Greetings,

In Luke 18 we are taught the importance of humble repentance. We are given an example of a Pharisee who is praying a prayer that is exalting his obedience to the law and giving thanks that he is not like other sinners. The other individual praying is a tax collector who has recognized his sin and has come to God in prayer to simply ask for mercy and forgiveness. The prayer of the Pharisee is prideful and receives no response, but the humble prayer of the tax collector receives an answer, he walks away with mercy. Let us approach the throne of grace humbly. Let us dig deep in our hearts and ask God to forgive our sins. If we do, our relationship with God will grow and we will become transformed.

God Bless

Luke 17: 1 out of 10

Greetings,

Luke 17 gives an account of 10 people with leprosy who asked Christ for healing. They were told to present themselves to the priest and they were cleansed. However, only 1 of the 10 returned to give glory and praise to God. We are told that the one individual who did return to give thanks was a foreigner and because of his faith was saved. The other 9 received healing but scripture does not state they received salvation. The man who came back bowed down to Christ and recognized he owed his restoration to Christ. He accepted Christ as the source of his salvation. While the others were cleansed and witnessed the power of Christ firsthand their hearts remained hardened. Today, things are not so different. People are confronted by Jesus Christ, and they witness his power firsthand. Unfortunately, they leave their encounter with Christ to never return to him, they will never hear the words, your faith has saved you.

God Bless

Luke 14: It Will Cost You Everything

Greetings,

In Luke 14 we are given a warning, following Christ comes with a cost. A person must be willing to place Christ first in their life, even above their own family and above themselves. A person who wants to follow Christ should be willing to pick up their cross and follow Jesus. To pick up their cross is a symbolic statement that to follow Christ is a life of sacrifice. We sacrifice our own self interest for the cause of the Kingdom.The person who wants to follow Christ should look inward and decide if they are willing to truly commit themselves fully to the cause of Christ. The cost is not cheap.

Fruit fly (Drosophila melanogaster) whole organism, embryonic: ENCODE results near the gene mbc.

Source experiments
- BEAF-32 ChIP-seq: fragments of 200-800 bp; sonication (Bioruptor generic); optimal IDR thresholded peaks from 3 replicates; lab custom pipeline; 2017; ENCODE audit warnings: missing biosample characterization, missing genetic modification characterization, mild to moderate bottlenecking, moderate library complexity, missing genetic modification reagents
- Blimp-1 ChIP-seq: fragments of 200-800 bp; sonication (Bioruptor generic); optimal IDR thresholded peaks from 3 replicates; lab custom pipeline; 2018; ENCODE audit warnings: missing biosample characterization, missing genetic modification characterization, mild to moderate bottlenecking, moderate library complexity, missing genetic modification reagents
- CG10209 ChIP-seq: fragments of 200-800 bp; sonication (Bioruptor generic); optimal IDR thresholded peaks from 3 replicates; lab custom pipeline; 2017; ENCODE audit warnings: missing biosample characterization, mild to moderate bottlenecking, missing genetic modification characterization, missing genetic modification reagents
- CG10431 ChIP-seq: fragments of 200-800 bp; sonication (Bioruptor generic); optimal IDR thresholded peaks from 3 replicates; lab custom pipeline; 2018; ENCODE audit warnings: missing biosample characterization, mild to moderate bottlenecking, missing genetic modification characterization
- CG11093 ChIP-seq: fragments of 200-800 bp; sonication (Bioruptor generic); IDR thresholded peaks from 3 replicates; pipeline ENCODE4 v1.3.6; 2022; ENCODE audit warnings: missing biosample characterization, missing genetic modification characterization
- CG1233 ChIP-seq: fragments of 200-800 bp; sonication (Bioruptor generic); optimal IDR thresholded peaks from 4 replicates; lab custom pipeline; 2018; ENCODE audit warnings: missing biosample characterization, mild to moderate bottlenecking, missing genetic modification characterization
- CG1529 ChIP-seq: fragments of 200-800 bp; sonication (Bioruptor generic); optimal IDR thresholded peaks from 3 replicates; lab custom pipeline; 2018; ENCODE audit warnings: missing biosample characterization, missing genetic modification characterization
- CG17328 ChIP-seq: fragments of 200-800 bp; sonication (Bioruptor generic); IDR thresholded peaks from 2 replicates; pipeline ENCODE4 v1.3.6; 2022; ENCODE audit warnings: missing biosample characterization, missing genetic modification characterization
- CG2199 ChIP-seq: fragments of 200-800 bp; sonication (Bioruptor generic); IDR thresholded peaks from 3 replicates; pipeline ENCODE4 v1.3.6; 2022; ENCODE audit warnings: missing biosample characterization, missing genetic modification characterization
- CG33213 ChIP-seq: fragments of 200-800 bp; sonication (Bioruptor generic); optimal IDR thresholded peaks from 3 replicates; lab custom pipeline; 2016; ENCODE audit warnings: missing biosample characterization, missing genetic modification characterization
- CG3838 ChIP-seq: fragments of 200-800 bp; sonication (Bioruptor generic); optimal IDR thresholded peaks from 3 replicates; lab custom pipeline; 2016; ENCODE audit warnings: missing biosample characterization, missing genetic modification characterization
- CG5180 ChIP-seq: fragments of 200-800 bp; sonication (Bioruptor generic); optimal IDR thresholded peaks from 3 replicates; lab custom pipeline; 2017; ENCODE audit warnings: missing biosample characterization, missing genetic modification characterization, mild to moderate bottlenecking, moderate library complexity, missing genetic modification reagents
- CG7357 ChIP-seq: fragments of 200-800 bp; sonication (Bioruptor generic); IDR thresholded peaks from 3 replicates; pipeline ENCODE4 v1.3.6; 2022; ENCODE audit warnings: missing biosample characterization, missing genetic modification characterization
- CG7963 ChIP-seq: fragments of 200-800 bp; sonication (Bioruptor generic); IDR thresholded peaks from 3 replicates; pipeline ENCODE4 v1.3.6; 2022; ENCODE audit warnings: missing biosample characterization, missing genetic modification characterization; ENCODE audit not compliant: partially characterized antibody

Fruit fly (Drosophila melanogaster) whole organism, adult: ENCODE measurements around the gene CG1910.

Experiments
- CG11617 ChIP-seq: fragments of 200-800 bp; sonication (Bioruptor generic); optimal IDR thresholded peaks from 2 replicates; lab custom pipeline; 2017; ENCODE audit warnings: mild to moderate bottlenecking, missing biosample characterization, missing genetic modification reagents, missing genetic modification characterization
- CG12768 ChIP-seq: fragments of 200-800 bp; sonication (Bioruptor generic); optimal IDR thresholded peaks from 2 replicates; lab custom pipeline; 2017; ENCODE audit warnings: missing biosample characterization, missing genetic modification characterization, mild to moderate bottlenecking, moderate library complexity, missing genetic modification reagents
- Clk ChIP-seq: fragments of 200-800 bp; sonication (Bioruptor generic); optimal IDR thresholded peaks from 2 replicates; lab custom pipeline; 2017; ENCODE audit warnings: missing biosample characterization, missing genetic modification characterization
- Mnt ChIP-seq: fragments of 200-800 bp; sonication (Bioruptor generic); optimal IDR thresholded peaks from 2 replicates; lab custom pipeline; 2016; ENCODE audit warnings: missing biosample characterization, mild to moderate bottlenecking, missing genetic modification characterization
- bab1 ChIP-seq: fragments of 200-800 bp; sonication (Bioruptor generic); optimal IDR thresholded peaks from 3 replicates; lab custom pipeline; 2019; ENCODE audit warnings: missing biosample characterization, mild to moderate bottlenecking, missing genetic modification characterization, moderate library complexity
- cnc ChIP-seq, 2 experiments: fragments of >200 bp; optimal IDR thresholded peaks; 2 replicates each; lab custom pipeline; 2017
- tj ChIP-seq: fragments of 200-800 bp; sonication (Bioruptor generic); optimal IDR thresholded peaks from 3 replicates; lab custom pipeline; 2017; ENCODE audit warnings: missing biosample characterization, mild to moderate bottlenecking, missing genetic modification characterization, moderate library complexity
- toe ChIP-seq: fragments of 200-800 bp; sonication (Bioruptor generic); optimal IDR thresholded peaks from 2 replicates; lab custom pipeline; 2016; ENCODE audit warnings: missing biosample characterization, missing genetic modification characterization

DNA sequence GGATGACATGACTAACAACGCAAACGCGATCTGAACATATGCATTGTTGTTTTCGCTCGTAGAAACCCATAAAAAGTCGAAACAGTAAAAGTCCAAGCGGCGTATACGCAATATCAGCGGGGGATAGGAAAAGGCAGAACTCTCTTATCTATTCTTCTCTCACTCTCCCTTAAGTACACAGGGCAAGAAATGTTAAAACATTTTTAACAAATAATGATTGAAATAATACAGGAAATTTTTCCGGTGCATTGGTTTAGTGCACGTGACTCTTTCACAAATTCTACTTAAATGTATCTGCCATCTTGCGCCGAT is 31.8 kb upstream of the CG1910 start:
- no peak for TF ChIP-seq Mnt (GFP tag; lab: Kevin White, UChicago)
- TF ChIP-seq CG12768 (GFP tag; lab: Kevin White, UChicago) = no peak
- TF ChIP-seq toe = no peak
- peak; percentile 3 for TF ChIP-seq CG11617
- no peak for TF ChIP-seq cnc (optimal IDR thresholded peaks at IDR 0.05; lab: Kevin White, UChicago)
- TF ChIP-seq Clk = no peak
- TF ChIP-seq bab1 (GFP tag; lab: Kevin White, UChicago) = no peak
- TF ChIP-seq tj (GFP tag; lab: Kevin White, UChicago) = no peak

God Bless

Luke 14: Humbleness

Greetings,

In Luke 14, we are taught, a person who humbles themselves will be exalted but one who exalts themselves will be humbled. We have no righteousness apart from Jesus Christ. Therefore, we should remain humble. Being humble as a Christian is recognizing there is nothing special about us apart from Christ. God did not provide salvation to any Christian because they did good works. Salvation comes through the atoning work of Jesus Christ. We are to be humble because we understand that apart from a Jesus Christ we have nothing. We owe everything to Jesus Christ!

God Bless

Luke 13: A Growing Faith

Greetings,

In Luke 13 we read about a tiny mustard seed growing into a tree that provides rest for the birds. We read of a little leaven mixing with flour and making the whole batch of flour leaven. The theme of these parables are clear a little can become a lot. A little faith can change you completely. A little faith can change those around you. A little faith can change the world because a little faith becomes a complete faith.

God Bless

Luke 13: Parable Of A Vineyard

Greetings,

In Luke 13, Jesus tells a parable about a vineyard owner who gives an order to cut down a fig tree that failed to produce any fruit for 3 years. However, a vineyard worker pleads with the owner of the vineyard to give the tree 1 more year and he will do everything within his power to see if the tree will bare fruit. In this parable the vineyard owner is God. The fig tree is symbolic for Israel, and the 3 years represents that Israel has had ample time to produce fruit. Therefore, the vineyard worker who extends the fig tree chances by another year is the ministry of Jesus Christ. This parable is a good analytical tool for Christians. Are we the type of fig tree that is of value to the vineyard owner or are we producing no fruit. The scripture is clear if we know Christ we will produce good fruit. This is evidence of our faith walk.

God Bless

Luke 12: Stewardship

Greetings,

The definition of stewardship according to Merriam Webster is “the conducting, supervising, or managing of something: especially the careful and responsible management of something entrusted to one’s care”. As a Christian we are to be good stewards of the responsibilities that God has entrusted to us. We are to represent Christ in our day to day actions and manage ourselves in a manner that is consistent with scripture. As Christians we have been entrusted with the gospel, and I pray we are good stewards, looking and praying for opportunities to share the good news with the world.

God Bless